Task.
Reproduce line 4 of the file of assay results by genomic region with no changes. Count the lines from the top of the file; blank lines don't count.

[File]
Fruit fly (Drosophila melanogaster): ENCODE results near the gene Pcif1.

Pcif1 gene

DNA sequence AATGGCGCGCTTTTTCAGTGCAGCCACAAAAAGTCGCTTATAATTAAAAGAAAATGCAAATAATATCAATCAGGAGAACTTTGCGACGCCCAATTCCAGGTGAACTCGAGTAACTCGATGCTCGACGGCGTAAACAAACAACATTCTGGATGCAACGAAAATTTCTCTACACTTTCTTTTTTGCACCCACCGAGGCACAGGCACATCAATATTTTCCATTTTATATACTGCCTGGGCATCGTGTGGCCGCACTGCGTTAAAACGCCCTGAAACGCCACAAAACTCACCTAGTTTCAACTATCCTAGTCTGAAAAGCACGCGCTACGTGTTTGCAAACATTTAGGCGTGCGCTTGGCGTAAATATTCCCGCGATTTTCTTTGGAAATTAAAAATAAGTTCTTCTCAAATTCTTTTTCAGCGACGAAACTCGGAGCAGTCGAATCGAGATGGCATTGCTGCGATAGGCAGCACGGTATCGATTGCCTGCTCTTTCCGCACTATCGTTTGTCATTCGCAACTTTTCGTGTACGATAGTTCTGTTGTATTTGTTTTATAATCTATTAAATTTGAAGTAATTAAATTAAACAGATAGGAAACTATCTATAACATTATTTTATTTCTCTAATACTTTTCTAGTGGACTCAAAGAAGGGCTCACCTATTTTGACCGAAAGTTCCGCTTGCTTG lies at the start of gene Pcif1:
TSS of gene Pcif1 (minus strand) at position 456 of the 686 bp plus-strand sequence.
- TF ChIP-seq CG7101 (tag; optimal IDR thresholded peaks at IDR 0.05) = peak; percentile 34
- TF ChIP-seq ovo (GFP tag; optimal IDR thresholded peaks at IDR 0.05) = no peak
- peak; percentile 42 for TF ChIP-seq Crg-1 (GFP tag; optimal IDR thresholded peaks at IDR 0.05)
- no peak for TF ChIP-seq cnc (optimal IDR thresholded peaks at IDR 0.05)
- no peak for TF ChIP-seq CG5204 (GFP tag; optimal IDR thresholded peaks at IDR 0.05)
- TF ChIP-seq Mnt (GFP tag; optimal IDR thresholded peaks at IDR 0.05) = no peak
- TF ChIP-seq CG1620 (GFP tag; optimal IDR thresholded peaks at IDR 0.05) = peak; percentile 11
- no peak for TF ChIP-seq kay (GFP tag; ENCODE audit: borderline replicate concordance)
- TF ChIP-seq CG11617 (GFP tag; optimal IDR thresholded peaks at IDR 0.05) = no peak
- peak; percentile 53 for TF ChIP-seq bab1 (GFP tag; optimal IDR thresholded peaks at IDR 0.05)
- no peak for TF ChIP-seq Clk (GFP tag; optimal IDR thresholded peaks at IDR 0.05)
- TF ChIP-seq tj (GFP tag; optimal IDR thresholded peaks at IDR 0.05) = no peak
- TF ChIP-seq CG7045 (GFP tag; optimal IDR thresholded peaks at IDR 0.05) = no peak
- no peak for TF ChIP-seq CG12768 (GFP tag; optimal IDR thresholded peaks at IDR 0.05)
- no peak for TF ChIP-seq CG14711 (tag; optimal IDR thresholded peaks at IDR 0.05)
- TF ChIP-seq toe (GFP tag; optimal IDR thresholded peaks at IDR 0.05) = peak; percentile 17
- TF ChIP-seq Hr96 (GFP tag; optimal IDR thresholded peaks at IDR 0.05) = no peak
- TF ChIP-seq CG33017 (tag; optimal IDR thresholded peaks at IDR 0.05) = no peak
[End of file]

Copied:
TSS of gene Pcif1 (minus strand) at position 456 of the 686 bp plus-strand sequence.